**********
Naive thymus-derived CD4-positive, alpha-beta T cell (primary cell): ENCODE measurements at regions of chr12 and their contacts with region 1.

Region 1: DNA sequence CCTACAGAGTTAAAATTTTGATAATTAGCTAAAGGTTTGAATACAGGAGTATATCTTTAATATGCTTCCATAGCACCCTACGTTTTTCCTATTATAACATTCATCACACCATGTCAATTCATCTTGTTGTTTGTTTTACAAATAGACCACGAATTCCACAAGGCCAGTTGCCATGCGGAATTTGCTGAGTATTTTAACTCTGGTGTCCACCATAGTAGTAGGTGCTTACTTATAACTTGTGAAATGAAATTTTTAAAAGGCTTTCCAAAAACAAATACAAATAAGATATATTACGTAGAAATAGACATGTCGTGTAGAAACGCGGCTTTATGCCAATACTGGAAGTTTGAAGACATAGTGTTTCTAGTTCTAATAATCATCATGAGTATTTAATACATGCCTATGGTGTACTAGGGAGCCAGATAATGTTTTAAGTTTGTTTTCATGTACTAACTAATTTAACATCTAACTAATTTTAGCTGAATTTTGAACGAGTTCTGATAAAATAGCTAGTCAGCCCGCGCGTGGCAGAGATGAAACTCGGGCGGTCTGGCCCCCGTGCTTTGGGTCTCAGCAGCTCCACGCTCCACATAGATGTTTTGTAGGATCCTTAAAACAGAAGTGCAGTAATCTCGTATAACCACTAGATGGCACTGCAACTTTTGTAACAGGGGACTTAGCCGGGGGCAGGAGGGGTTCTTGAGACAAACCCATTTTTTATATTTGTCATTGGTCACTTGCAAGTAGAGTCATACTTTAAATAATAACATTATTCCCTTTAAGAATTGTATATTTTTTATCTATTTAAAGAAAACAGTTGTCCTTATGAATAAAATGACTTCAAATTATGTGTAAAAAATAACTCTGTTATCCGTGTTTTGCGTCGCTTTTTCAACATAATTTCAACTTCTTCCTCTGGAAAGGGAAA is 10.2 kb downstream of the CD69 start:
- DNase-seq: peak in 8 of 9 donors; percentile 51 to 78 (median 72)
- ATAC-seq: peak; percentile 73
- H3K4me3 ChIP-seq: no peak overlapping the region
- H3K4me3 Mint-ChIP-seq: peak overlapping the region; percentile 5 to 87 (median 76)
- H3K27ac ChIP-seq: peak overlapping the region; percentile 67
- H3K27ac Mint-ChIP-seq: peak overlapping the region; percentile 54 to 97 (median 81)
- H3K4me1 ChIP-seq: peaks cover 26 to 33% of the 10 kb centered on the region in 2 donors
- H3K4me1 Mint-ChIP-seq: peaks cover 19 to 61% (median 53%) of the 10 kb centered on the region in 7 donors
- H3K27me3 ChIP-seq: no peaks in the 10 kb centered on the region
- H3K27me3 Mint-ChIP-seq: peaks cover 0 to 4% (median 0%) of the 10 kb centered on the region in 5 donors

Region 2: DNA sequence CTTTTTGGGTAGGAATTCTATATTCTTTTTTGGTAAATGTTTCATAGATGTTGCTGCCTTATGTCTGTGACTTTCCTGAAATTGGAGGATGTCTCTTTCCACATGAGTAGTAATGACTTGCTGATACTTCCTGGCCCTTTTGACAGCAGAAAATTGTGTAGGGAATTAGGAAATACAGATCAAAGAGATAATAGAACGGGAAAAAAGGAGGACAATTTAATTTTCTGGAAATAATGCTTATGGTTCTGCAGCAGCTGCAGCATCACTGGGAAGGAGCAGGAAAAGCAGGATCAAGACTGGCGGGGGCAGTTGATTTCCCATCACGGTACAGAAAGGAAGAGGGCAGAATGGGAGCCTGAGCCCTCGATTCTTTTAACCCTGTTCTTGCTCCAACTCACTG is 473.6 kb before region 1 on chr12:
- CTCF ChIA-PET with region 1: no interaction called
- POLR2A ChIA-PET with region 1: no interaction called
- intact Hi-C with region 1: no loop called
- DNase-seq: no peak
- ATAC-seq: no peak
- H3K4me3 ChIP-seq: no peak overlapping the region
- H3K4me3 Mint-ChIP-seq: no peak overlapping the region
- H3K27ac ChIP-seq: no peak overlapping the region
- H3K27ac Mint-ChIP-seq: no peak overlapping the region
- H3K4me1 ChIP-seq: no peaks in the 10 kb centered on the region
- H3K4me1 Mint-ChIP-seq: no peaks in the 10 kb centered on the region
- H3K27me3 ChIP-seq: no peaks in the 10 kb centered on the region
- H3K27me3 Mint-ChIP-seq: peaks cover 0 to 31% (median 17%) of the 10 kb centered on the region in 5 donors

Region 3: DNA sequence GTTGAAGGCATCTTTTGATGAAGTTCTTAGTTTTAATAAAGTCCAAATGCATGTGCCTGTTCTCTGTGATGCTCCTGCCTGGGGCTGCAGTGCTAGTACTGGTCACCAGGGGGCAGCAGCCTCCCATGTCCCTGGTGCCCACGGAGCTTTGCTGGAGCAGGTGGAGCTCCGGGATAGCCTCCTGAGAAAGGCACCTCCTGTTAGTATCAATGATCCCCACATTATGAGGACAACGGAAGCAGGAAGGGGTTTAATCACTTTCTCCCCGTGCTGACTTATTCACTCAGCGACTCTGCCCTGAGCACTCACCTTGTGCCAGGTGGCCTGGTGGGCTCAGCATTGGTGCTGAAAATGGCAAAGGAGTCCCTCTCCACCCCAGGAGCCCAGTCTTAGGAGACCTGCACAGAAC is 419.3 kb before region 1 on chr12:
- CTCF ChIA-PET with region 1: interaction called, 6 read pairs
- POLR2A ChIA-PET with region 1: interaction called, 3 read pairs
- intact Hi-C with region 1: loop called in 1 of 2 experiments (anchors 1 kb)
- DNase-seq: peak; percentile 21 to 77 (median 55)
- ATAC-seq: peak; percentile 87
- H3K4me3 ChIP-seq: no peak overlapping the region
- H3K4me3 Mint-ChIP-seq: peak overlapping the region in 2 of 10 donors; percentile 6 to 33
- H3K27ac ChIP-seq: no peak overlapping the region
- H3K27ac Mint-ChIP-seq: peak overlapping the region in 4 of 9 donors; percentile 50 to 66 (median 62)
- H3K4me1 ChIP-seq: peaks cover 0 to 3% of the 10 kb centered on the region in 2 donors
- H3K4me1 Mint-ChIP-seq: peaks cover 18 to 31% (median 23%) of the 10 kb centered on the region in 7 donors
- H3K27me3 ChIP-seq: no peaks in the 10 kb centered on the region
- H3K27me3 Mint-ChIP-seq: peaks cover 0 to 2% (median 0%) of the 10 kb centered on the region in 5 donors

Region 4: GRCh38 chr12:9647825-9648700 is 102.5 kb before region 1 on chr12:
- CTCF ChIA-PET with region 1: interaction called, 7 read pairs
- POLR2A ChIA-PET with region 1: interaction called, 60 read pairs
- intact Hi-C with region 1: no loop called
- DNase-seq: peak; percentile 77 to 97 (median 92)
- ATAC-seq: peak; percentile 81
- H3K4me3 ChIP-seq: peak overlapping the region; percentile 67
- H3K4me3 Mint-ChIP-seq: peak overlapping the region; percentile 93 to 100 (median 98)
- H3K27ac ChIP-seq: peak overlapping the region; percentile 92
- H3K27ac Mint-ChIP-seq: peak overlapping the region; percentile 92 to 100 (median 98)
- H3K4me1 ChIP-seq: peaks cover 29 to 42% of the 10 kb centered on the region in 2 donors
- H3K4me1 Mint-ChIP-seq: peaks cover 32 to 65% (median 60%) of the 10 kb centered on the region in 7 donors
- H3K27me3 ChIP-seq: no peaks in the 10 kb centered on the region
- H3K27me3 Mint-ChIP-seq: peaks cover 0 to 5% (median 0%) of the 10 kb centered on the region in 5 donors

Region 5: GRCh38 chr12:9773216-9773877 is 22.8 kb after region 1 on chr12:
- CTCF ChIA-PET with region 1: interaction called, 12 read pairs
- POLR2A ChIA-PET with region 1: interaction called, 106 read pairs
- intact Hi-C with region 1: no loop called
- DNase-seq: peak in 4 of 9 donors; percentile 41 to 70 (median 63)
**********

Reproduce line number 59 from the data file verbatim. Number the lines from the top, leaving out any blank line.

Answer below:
- DNase-seq: peak in 4 of 9 donors; percentile 41 to 70 (median 63)